CUSHENDUN, Northern Ireland — The many marvels dotting the dramatic Antrim Coast of Northern Ireland include a cluster of eerily beautiful caves in this tidy village, around 45 miles north of Belfast. Formed by 400 million years of shifting red stone and the surging slate-blue Irish Sea, the caves inspire awed reflection upon the raw power of nature and the irresistible imprint of time, among other musings on the mystic.
A voice whispered into my ear: “That’s where Melisandre gave birth to the shadow monster.”
So it was — I knew it was around there somewhere, as did the dozens of “Game of Thrones” fans surrounding me, feverishly snapping selfies before returning to their tour bus in a nearby parking lot.
The voice belonged to my own guide, Flip Robinson, a 6-foot-8, magnificently bearded man who previously parlayed his stature into a gig as a stand-in for behemoth characters like Hodor and the Mountain. He waved to a colleague as she led her group away as suddenly as it had arrived, and off toward Braavos or the Iron Islands or some other “Thrones” location down the road.
Since debuting as an expensive curiosity in 2011, “Game of Thrones” has gone on to become one of the world’s most influential pop culture franchises, leaving a dragon-size footprint on everything it touches.
Nowhere is that dynamic more visible and tangible than the production’s former home, which, as the series kicks off its final season on HBO on April 14, is poised to serve as the keeper of the “Thrones” flame.
“Game of Thrones” has filmed all over the globe, including in Croatia, Spain, Morocco, Iceland and Malta, and other locations have become synonymous with the show, for better and worse. But as the home of not only the production, in Belfast’s Titanic Studios, but also Westeros itself, Northern Ireland has been transformed in fact and figment. As the series altered the TV landscape, it also altered actual landscapes: For millions of viewers all over the world, this country has been redefined and remade in the show’s image.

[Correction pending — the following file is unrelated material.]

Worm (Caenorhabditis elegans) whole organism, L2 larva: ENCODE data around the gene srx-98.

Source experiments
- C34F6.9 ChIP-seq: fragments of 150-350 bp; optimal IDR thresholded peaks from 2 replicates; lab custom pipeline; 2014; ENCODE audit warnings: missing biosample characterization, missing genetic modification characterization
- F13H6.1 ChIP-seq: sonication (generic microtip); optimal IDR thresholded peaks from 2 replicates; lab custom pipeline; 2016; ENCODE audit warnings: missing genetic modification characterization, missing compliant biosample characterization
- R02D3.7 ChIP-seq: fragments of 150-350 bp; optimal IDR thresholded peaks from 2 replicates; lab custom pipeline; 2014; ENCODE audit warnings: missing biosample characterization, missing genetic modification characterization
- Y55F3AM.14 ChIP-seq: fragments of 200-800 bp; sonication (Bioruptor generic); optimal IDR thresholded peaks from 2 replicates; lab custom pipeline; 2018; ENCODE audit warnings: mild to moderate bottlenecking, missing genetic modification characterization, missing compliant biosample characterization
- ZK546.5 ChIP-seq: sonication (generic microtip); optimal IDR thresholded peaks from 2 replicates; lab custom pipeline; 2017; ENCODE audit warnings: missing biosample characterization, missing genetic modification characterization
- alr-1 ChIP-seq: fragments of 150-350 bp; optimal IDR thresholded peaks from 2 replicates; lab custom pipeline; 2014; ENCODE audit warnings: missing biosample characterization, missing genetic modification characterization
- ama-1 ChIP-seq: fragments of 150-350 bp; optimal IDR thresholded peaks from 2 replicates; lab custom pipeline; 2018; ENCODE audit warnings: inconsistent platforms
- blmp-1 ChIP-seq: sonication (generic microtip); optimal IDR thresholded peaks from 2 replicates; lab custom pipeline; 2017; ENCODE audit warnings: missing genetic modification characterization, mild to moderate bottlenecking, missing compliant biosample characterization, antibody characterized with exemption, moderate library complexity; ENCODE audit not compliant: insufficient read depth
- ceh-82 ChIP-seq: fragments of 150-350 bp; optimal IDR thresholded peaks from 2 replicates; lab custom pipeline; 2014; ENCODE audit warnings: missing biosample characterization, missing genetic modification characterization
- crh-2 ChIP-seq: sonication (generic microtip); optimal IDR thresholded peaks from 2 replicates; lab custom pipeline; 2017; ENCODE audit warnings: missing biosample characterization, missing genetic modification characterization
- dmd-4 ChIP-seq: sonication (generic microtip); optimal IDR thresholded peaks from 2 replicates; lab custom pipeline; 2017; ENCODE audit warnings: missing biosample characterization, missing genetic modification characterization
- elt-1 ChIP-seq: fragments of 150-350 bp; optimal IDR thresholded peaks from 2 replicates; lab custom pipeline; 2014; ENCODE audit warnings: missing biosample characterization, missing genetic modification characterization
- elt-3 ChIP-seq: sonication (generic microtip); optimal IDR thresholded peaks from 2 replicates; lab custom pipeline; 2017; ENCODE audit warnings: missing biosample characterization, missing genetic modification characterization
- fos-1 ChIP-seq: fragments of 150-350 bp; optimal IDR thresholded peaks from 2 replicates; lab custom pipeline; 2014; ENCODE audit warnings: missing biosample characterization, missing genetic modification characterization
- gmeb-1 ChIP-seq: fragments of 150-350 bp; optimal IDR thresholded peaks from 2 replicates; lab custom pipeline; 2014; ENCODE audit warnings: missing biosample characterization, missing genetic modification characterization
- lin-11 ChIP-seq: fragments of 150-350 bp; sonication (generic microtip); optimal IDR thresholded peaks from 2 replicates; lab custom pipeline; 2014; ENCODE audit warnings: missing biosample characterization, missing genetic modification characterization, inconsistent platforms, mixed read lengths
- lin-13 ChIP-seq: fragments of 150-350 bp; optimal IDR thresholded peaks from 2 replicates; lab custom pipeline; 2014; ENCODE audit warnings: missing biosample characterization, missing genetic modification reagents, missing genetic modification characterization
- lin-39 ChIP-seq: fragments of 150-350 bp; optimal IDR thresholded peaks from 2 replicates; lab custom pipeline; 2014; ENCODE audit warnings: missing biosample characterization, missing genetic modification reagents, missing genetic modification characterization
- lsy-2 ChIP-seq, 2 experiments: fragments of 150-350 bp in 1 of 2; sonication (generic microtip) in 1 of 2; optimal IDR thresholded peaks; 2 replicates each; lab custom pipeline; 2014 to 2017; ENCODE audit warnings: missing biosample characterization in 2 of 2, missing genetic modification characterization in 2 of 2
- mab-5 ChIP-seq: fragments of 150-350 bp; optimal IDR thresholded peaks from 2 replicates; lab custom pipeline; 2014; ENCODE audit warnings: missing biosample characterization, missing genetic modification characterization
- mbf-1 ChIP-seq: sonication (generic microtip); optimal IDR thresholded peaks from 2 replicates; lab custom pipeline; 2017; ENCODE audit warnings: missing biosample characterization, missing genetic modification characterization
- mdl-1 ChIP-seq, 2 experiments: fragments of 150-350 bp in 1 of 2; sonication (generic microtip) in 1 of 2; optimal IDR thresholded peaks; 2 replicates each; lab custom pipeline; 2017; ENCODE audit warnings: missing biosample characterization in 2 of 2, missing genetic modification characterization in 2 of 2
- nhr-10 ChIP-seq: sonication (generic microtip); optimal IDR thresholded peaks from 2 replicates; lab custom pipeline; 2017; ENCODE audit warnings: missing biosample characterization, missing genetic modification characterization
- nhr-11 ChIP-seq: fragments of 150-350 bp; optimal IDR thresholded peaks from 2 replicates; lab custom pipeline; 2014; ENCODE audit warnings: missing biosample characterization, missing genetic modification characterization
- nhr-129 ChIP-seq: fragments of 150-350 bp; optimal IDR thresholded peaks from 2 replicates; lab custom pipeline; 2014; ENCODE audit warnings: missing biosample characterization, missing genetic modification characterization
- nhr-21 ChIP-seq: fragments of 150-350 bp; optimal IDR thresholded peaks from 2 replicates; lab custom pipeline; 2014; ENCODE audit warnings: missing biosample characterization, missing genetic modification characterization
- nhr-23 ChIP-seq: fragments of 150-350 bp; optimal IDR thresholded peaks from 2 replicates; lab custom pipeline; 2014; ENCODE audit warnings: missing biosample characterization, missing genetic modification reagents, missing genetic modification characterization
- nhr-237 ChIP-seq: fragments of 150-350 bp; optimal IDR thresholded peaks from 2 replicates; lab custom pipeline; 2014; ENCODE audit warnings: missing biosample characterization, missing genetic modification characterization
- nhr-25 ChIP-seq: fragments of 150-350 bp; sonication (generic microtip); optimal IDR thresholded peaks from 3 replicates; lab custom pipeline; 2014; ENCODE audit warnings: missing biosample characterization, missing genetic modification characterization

In the process, Belfast’s filmmaking industry has gone from a sleepy endeavor to a powerhouse. “‘Game of Thrones’ changed everything,” said Richard Williams, the chief executive of Northern Ireland Screen, which promotes film and television production in the country. “We are relevant — it is basically night and day.”
The region has also built a tourism economy on the back of the show, especially on the coast, which provided much of the outdoor scenery. This majestic stretch of landscape and its famously scenic Causeway Coastal Route is now crisscrossed with motor coaches bearing “Thrones” pilgrims. Elsewhere, spots like the Castle Ward estate, near Strangford, site of the original Winterfell, have seen crowds swell with thousands of fans each year.
All told, “Thrones” has funneled hundreds of millions of dollars into the region. But the financial benefit might actually pale compared with a more existential one in a place that for decades was known internationally mostly for sectarian violence.
“Twenty years ago, you would have been here writing about the Troubles, not a TV show,” Gary Hawthorne, one of my drivers, told me during my visit.
Robinson said, “Fake violence has helped bring us back from the real violence.”